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Old 06-24-2007, 07:00 AM   #1
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Red face Does anyone know what Veal La Sous is?

I am not sure I have the spelling correctly so please forgive me! I have relatives who are French and this is on the menu for today. They gave me the option to request "another" dish if I wasn't comfortable with this one.

I said, No that sounds good. Veal is good!

Then I noticed the hubby giggling at my response...

So my question is:

Does anyone know what Veal La Sous (sp?) is?

MommyDoThis

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Old 06-24-2007, 08:03 AM   #2
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Sorry, I Googled and got no place.

Am sure someone will be here soon to help.

But here we decide on the menu. You come to our house you get what we are serving. We do our best to accomodate, believe me.

But for someone to say that if the dish they requested makes me uncomfortable I could opt for another, I would take umbrage.

They would get franks and beans.

Sorry. Just feel a bit peckish today.
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Old 06-24-2007, 10:34 AM   #3
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Mommy, as far as I've been able to determine, it is a veal dish that includes mushrooms. I Googled "veau au sous" and, with translations, came up with my conclusion.

My French isn't as good as it used to be, but there's bound to be a member here who speaks/reads fluent French and will be able to help you.

I think it will be delicious no matter what. I love veal prepared just about any way.
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Old 06-25-2007, 09:45 AM   #4
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hmmmm, 'souse' means to pickle or brined. Or, it could be a ground veal such as used in a luncheon meat bound with a brine-based gelatin mixture??
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Old 06-25-2007, 02:27 PM   #5
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Quote:
Originally Posted by cjs
hmmmm, 'souse' means to pickle or brined. Or, it could be a ground veal such as used in a luncheon meat bound with a brine-based gelatin mixture??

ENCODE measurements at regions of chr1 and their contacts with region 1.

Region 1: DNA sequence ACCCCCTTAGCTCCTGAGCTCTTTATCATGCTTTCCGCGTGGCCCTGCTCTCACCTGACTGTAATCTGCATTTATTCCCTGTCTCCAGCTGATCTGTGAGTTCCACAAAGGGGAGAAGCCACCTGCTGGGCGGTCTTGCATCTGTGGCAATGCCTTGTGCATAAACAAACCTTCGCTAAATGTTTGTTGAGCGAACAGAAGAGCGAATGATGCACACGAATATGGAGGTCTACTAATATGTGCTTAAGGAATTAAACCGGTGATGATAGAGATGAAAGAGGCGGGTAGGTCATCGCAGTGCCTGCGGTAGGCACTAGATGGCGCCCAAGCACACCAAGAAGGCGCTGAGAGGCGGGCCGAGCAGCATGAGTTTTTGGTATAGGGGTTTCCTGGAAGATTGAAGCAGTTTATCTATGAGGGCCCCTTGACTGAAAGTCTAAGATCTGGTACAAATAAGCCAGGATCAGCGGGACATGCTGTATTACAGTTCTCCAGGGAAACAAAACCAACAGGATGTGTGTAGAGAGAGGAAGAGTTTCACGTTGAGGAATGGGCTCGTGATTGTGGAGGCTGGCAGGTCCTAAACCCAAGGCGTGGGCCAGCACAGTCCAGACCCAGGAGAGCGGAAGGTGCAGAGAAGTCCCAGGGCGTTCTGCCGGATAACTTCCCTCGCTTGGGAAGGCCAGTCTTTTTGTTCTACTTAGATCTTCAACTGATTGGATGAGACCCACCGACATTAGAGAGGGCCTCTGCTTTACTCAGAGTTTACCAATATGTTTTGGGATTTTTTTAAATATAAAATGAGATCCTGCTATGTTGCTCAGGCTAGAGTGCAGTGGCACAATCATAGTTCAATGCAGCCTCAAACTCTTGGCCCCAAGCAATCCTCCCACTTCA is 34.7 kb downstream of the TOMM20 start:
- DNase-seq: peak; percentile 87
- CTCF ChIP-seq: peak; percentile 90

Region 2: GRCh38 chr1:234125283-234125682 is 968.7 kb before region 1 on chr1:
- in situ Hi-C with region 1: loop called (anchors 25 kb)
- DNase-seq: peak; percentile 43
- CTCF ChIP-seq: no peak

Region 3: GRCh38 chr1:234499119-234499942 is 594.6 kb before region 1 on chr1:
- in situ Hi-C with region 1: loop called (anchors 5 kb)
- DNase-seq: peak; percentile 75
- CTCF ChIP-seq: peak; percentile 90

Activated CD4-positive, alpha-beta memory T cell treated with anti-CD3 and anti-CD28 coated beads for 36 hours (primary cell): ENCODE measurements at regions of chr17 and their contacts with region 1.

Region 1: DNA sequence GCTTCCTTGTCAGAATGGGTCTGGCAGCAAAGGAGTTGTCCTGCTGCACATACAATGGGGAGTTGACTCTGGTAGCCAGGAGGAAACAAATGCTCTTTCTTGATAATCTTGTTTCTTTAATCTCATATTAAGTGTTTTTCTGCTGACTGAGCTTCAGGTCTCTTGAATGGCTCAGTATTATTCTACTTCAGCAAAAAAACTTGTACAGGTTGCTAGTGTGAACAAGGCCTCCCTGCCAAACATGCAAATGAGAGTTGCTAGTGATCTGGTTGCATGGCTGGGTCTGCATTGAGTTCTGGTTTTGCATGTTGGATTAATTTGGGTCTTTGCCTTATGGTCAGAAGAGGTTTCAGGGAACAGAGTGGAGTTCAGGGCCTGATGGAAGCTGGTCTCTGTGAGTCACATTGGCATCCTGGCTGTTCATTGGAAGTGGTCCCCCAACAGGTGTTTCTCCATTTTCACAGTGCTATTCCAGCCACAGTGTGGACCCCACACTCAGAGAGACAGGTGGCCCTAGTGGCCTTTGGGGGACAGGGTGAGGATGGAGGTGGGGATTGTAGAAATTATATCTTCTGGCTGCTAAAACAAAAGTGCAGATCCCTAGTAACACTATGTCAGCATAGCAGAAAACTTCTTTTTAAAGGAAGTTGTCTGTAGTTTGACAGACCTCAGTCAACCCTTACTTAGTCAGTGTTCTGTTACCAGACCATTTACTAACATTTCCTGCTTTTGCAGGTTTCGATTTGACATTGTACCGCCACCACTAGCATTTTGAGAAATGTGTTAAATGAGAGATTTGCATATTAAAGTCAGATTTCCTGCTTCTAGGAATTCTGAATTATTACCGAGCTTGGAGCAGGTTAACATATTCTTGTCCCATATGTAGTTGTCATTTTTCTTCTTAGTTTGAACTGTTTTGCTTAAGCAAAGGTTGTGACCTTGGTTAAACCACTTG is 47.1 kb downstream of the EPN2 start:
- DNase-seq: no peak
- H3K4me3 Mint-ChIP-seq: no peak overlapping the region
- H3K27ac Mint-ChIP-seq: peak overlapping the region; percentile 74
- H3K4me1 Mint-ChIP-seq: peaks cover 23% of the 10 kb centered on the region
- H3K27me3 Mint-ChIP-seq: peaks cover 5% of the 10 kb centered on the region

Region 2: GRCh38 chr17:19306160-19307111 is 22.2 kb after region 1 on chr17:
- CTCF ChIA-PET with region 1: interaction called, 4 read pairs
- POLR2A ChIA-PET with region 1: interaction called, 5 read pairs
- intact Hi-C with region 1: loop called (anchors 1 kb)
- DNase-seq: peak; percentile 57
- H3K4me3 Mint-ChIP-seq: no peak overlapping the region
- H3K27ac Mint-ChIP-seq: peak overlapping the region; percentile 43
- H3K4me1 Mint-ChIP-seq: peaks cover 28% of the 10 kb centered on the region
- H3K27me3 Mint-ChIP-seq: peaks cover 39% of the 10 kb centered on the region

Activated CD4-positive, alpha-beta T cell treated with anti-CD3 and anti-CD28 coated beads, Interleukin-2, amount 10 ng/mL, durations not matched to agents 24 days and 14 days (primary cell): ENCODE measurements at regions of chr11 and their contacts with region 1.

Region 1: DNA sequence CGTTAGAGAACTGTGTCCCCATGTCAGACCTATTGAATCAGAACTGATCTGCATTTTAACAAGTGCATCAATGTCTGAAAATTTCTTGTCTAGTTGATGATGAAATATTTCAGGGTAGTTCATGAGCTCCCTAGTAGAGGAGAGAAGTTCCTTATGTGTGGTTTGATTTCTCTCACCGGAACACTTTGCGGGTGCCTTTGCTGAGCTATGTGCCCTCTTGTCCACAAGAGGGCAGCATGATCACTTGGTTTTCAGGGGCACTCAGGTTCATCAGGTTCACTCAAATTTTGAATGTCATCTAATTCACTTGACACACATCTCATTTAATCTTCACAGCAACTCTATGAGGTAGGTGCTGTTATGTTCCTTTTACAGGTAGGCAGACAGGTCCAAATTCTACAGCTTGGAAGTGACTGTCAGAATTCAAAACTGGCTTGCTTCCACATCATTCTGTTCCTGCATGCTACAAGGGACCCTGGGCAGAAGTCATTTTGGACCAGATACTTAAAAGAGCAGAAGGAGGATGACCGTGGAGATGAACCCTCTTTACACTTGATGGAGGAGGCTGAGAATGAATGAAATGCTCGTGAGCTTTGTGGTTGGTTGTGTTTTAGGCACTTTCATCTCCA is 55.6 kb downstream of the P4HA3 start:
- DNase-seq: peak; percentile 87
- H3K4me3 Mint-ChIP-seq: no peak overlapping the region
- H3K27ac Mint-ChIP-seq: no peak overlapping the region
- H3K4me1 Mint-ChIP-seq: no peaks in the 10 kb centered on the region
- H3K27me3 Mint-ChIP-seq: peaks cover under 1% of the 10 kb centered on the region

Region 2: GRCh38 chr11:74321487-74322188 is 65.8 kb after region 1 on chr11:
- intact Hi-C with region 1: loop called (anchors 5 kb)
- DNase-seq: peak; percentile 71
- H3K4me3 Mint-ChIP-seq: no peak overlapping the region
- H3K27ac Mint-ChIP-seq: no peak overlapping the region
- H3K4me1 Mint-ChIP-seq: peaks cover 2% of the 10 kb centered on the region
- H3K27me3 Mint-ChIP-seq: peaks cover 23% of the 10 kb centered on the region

Boy, I hope not - what a way to waste a nice piece of veal!
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Old 06-25-2007, 05:40 PM   #6
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Quote:
Originally Posted by cjs
hmmmm, 'souse' means to pickle or brined. Or, it could be a ground veal such as used in a luncheon meat bound with a brine-based gelatin mixture??
You are correct with your description of "souse," but sous is a French word which means "beneath" or "under. I don't think the veal is pickled or brined. As I said earlier, my French is not as good as it used to be.
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Old 06-25-2007, 06:14 PM   #7
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it sounds like sous vide
a technique i use at work for my lamb
what i have is lamb shoulder
i prepare it "confit" but rather than cook it in its own fat, it is in an airtight bag with all the seasonings and the air removed
then it is cooked for 24 hour hours at 65-67C about 160-167F
it is moist and succulent and very flavourful
the technique works for lesser cuts of beef, pork, lamb, game, even dark meat chicken and some fish like monkfish
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Old 06-25-2007, 06:55 PM   #8
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I "could" say that it's made from the parts of young calves chained inside tiny cages in order to prevent their moving around & thus turning their muscular/meat structure from snowy white to pink (thus reducing their price).

But I won't.
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Old 06-26-2007, 09:36 AM   #9
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"of "souse," but sous is a French word which means "beneath" or "under."

and in cooking, that is what brining means - beneath or under.
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Old 06-26-2007, 10:26 AM   #10
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Quote:
Originally Posted by BreezyCooking
I "could" say that it's made from the parts of young calves chained inside tiny cages in order to prevent their moving around & thus turning their muscular/meat structure from snowy white to pink (thus reducing their price).

But I won't.

Thank you for demonstrating restraint. No sense beating a dead 'horse'.
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